If we simply maintain our ground, whole days and months will 
crawl by;  the moment we make a move, we have to sustain the 
enemy's attacks on front and rear.  The country is wild, 
destitute of water and plants; the army is lacking in the 
necessaries of life, the horses are jaded and the men worn-out, 
all the resources of strength and skill unavailing, the pass so 
narrow that a single man defending it can check the onset of ten 
thousand;  all means of offense in the hands of the enemy,  all 
points of vantage already forfeited by ourselves:--in this 
terrible plight, even though we had the most valiant soldiers and 
the keenest of weapons, how could they be employed with the 
slightest effect?"  Students of Greek history may be reminded of 
the awful close to the Sicilian expedition, and the agony of the 
Athenians under Nicias and Demonsthenes.  [See Thucydides,  VII. 
78 sqq.].]
     11.  On dispersive ground, therefore, fight not.  On facile 
ground, halt not.  On contentious ground, attack not.
     [But rather let all your energies be bent on occupying the 
advantageous position first.  So Ts`ao Kung.  Li Ch`uan and 
others,  however,  suppose the meaning to be that the enemy has 
already forestalled us, sot that it would be sheer madness to 
attack.  In the SUN TZU HSU LU, when the King of Wu inquires what 
should be done in this case, Sun Tzu replies:  "The rule with 
regard to contentious ground is that those in possession have the 
advantage over the other side.  If a position of this kind is 
secured first by the enemy, beware of attacking him.  Lure him 
away by pretending to flee--show your banners and sound your 
drums--make a dash for other places that he cannot afford to 
lose--trail brushwood and raise a dust--confound his ears and 
eyes--detach a body of your best troops, and place it secretly in 
ambuscade.  Then your opponent will sally forth to the rescue."]
     12.  On open ground, do not try to block the enemy's way.
     [Because the attempt would be futile, and would expose the 
blocking   force itself to serious risks.  There   are   two 
interpretations available here.  I follow that of Chang Yu.  The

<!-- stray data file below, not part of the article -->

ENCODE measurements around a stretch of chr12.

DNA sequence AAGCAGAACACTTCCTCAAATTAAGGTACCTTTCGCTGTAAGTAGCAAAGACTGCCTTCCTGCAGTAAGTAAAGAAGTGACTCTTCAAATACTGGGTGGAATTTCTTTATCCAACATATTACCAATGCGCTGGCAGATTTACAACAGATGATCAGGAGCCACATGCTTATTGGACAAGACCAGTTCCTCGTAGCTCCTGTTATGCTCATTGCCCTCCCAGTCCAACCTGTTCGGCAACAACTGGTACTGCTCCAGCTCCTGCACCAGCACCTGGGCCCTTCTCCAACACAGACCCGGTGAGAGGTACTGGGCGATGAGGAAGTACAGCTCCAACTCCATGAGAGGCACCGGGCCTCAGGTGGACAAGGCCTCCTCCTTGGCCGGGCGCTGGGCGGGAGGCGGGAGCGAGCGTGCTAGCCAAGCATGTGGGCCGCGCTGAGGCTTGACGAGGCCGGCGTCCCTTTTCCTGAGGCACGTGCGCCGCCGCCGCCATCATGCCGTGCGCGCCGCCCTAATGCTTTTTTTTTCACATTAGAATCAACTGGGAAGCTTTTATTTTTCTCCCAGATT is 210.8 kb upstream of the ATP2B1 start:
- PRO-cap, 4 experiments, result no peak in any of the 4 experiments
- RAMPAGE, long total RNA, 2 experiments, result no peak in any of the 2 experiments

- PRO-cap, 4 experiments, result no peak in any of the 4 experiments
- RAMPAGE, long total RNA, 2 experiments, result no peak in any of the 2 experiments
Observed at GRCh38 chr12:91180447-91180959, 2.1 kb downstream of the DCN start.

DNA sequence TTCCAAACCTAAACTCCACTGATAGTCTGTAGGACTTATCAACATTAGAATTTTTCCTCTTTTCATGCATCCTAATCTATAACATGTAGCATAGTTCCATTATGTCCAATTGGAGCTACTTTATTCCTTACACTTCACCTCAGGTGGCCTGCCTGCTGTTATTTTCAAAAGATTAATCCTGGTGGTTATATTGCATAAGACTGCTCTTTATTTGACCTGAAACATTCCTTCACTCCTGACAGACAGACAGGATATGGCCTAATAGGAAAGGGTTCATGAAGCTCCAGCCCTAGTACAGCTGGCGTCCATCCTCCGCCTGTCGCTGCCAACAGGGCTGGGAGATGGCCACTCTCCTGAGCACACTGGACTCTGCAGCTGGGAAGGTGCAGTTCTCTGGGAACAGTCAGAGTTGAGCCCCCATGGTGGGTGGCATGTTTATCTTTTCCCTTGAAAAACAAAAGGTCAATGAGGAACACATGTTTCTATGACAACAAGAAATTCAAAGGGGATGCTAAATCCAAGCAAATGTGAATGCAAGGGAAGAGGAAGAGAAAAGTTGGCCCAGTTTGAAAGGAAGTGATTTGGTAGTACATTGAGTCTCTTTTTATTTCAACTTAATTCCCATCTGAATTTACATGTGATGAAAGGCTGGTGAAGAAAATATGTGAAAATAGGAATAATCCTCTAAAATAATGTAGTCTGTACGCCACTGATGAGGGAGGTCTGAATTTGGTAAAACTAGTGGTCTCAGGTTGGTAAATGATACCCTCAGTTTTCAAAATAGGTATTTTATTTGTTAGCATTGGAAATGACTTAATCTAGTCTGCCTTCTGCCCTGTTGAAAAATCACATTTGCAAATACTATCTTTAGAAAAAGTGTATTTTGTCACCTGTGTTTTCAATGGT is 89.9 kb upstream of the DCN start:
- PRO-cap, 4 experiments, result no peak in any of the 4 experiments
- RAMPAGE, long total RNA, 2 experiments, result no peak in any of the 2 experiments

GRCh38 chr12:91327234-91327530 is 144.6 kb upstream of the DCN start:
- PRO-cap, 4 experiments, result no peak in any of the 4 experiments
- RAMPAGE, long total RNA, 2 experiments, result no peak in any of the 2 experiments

other is indicated in Ts`ao Kung's brief note:   "Draw closer 
together"--i.e.,  see that a portion of your own army is not cut 
On the ground of intersecting highways, join hands with your 
     [Or perhaps, "form alliances with neighboring states."]
     13.  On serious ground, gather in plunder.
     [On this, Li Ch`uan has the following delicious note:  "When 
an army penetrates far into the enemy's country, care must be 
taken not to alienate the people by unjust treatment.  Follow the 
example of the Han Emperor Kao Tsu,  whose march into Ch`in 
territory was marked by no violation of women or looting of 
valuables.  [Nota bene:  this was in 207 B.C., and may well cause 
us to blush for the Christian armies that entered Peking in 1900 
A.D.]   Thus he won the hearts of all.  In the present passage, 
then,  I think that the true reading must be, not 'plunder,'  but 
'do not plunder.'"  Alas, I fear that in this instance the worthy 
commentator's feelings outran his judgment.  Tu Mu, at least, has 
no such illusions.  He says:  "When encamped on 'serious ground,' 
there being no inducement as yet to advance further,  and no 
possibility of retreat,  one ought to take measures for a 
protracted resistance by bringing in provisions from all sides, 
and keep a close watch on the enemy."]
In difficult ground, keep steadily on the march.
     [Or, in the words of VIII. ss. 2, "do not encamp.]
     14.  On hemmed-in ground, resort to stratagem.
     [Ts`au   Kung says:   "Try the effect of some   unusual 
artifice;"  and Tu Yu amplifies this by saying:   "In such a